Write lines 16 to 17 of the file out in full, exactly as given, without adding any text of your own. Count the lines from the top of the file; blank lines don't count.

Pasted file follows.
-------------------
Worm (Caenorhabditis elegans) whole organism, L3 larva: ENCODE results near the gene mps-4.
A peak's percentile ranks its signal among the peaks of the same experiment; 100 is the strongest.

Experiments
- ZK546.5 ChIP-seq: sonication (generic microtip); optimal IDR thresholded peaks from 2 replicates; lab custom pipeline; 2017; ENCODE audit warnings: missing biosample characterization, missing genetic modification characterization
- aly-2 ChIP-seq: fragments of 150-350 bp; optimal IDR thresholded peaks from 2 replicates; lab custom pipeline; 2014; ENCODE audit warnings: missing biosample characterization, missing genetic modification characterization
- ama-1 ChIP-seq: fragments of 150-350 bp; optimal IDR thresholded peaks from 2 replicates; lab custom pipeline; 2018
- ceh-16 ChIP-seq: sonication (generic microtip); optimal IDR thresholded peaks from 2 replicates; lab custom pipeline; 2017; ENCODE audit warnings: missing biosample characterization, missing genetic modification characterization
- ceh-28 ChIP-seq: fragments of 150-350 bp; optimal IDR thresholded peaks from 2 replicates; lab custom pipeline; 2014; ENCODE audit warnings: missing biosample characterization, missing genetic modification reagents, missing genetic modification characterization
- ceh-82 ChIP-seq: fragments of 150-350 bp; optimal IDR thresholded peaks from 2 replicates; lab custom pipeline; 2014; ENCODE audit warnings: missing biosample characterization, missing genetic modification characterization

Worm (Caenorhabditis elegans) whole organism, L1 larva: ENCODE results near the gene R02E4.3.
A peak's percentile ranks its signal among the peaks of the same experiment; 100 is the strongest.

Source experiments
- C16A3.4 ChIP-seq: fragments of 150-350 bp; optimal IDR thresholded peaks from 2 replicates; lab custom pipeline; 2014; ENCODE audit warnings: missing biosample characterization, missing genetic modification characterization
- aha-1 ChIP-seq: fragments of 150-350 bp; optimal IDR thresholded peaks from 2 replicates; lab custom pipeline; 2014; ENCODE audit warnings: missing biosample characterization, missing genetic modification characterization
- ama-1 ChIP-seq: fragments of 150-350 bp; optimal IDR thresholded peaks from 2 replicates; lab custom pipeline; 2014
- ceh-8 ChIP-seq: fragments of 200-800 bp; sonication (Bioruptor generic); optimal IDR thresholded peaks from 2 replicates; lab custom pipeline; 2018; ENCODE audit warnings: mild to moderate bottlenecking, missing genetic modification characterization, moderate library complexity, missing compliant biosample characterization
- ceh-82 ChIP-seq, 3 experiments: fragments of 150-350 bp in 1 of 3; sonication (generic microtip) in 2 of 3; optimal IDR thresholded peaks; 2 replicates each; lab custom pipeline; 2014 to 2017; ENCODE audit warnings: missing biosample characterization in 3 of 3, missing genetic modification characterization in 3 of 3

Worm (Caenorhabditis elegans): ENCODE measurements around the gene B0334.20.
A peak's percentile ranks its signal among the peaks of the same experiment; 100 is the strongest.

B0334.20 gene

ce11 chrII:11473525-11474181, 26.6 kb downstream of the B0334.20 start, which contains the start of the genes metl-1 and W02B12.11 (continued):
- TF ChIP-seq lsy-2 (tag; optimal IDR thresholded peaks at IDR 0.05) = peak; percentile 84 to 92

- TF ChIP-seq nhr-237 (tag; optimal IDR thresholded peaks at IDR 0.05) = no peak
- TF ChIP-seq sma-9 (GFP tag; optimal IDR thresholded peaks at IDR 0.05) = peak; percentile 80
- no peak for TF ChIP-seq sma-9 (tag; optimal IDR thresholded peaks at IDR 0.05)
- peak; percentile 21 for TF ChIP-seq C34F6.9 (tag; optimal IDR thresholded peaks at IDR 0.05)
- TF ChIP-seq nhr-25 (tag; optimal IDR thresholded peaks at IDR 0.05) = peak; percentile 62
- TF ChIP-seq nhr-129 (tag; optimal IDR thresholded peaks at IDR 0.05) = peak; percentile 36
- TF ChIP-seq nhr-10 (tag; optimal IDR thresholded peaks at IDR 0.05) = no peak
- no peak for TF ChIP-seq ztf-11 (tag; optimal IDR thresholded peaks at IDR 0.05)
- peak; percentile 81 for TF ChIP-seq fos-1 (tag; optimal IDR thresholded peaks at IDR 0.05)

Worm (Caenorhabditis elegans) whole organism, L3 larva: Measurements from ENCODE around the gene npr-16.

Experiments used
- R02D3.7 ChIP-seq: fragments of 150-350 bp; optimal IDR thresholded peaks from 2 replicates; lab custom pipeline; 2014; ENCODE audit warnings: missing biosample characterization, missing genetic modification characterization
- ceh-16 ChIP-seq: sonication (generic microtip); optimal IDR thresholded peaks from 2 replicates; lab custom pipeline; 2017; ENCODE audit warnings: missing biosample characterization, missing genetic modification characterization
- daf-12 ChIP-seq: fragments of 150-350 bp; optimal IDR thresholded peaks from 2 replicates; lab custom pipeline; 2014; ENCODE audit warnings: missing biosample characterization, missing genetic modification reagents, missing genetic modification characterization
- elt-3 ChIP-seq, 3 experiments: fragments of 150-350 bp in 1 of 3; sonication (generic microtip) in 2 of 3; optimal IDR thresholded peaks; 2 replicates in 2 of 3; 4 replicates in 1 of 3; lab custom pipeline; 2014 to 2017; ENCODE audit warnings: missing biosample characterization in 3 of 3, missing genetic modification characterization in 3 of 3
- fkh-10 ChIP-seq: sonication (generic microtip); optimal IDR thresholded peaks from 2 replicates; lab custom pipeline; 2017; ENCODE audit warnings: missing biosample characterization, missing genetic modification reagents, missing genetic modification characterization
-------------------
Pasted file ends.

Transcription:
- ceh-8 ChIP-seq: fragments of 200-800 bp; sonication (Bioruptor generic); optimal IDR thresholded peaks from 2 replicates; lab custom pipeline; 2018; ENCODE audit warnings: mild to moderate bottlenecking, missing genetic modification characterization, moderate library complexity, missing compliant biosample characterization
- ceh-82 ChIP-seq, 3 experiments: fragments of 150-350 bp in 1 of 3; sonication (generic microtip) in 2 of 3; optimal IDR thresholded peaks; 2 replicates each; lab custom pipeline; 2014 to 2017; ENCODE audit warnings: missing biosample characterization in 3 of 3, missing genetic modification characterization in 3 of 3